From pins to clips
If you have a pile of paper you want to keep together, the easiest way is to reach for a paperclip. But until not so long ago people used a pin. Pins work, but they leave a hole in the paper - and sometimes in your fingers.
There are many claims about the invention of the paperclip. But nobody knows who first came up with the idea. Clips to hold paper together appeared in the 1860s and 1870s in the United States. But they didn't really catch on with the public until the 1890s.
In the early 1890s, a US company called Gem introduced a clip that fast became the best-seller in America.
Meanwhile, in Norway
Norway has long claimed to be the home of the paperclip. A Norwegian named John Vaaler got a patent for his paperclip in Germany and the US in 1902. He did not know the Gem paperclip was already selling well - and was sturdier than his invention.
The Gem clip became the best-selling paperclip in the world - even in Norway. But this did not stop the Norwegians from thinking one of their own had invented the paperclip.
When the Germans occupied Norway during the second world war, it was forbidden to wear pins with pictures of the exiled Norwegian king. So the Norwegians began to wear paperclips on their shirt collars. The clip became a symbol of Norwegians sticking together and loyalty to their king.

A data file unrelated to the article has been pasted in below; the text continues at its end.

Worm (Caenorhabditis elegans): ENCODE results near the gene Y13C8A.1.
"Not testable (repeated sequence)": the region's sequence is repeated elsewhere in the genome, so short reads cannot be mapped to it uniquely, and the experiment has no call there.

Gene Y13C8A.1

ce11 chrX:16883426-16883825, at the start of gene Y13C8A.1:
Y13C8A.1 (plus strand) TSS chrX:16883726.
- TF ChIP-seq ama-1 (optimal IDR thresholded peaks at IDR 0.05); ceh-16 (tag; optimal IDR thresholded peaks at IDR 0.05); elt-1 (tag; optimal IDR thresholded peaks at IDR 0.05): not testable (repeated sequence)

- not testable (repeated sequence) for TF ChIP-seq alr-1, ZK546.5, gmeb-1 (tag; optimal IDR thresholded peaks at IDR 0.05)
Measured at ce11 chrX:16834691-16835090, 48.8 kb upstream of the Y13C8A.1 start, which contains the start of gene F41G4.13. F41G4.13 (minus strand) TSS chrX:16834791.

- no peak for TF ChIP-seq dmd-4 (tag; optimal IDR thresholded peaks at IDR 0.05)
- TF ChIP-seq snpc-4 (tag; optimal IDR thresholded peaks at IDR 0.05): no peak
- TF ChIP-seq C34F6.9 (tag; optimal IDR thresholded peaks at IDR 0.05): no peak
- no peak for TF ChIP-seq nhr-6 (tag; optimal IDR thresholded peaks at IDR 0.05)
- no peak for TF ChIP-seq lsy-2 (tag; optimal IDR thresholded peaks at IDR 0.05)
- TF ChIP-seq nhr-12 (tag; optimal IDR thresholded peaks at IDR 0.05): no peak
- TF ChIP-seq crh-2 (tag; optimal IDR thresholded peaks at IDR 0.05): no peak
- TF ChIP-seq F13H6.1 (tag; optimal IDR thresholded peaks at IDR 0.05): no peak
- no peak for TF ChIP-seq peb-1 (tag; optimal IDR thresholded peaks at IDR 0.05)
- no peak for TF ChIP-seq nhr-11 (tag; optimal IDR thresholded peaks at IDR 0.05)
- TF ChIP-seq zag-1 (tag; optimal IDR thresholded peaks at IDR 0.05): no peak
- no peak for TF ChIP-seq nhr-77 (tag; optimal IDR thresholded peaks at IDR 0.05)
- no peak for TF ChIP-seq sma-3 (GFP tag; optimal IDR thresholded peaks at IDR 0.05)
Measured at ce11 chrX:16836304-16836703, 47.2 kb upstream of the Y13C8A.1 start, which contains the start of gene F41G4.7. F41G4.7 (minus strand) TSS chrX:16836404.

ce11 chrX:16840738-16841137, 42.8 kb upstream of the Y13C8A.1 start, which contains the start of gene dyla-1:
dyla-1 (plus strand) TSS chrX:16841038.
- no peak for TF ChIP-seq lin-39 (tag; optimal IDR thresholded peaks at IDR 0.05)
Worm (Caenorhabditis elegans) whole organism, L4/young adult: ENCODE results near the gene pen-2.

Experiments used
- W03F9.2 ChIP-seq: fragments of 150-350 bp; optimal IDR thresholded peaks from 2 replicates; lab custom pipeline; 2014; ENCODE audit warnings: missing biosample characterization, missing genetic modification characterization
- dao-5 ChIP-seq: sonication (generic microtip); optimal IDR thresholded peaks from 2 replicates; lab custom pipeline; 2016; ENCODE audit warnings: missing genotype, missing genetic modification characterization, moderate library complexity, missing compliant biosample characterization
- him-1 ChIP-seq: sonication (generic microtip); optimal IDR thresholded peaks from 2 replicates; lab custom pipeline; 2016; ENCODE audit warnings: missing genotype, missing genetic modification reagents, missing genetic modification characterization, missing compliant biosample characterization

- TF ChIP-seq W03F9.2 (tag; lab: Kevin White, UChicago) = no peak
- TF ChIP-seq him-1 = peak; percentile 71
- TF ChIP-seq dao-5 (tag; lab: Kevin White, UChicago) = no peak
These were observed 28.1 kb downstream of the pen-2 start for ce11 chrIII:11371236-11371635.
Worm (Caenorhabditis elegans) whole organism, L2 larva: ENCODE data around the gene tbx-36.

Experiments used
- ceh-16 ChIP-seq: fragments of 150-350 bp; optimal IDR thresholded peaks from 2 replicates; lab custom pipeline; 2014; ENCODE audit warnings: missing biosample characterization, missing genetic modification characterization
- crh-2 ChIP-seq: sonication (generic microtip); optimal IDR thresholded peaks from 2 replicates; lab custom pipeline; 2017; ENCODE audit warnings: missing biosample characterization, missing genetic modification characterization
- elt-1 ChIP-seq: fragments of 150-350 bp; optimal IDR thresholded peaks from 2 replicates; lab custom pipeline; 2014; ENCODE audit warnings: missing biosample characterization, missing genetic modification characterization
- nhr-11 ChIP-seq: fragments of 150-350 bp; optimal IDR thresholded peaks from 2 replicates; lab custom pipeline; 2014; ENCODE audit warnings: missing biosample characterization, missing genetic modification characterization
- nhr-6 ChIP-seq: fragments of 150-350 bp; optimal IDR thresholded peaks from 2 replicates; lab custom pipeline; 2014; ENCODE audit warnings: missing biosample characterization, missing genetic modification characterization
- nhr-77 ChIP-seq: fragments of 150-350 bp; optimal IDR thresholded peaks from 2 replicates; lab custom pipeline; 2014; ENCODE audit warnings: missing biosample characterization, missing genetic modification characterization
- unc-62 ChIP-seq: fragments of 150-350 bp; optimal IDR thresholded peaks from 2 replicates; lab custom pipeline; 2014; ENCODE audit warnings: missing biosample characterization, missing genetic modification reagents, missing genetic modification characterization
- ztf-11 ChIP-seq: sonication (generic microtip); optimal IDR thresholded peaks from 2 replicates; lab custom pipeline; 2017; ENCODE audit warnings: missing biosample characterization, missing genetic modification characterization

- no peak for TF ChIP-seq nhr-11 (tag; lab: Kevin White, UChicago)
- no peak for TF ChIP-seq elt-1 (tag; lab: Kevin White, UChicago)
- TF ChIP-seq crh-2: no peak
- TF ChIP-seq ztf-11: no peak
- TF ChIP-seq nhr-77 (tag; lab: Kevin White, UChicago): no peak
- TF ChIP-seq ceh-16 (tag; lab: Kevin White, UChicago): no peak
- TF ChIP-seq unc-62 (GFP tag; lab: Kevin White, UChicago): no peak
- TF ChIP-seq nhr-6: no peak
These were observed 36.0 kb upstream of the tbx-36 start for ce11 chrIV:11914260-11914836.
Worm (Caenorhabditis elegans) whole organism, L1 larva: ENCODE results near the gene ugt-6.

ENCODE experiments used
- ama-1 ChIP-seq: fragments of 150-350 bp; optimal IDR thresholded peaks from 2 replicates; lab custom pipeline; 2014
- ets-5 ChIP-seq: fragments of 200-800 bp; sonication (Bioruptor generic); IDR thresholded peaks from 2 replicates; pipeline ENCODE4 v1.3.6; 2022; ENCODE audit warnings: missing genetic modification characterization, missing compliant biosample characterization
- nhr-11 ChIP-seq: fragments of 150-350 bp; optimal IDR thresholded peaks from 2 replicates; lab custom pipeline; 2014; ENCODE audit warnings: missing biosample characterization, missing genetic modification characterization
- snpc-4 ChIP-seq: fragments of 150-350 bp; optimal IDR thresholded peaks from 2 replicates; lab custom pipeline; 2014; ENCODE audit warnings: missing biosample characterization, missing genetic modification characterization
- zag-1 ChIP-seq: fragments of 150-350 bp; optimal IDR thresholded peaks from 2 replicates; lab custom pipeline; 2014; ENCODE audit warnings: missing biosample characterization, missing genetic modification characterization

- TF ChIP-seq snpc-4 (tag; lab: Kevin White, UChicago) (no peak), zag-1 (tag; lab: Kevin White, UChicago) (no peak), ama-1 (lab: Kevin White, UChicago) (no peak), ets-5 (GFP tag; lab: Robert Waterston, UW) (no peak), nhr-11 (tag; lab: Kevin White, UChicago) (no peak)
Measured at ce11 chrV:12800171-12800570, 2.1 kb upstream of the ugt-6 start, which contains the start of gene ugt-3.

In 1998, eighth-grade students at Whitwell Middle School in the US started doing extra-curricular activities to learn about the Holocaust. The Holocaust was the mass murder of 6 million Jews by the German Nazis during the war. Six million is an awfully big number to imagine. So one student came up with the idea of collecting 6 million paperclips.
The students began to bring the paperclips in to school. They wrote letters and organised campaigns. As the word spread, people from all over the world began to send paperclips. In the end, they received 30 million paperclips. They used them to create their own Holocaust School.
Check out Whitwell Middle School and their project on the internet: www.marionschools.org
Now do this ...
1 The paperclip did not come into widespread use until ...
a. the 1950s.
b. the 1890s.
c. the 1860s.
2 The paperclip is ... innovation.
a. a Norwegian
b. a British
c. an American
3. When an American school began collecting paperclips for a Holocaust project, they eventually received ...
a. 6 million.
b. 100 million.
c. 30 million.
1. a, 2. c, 3. b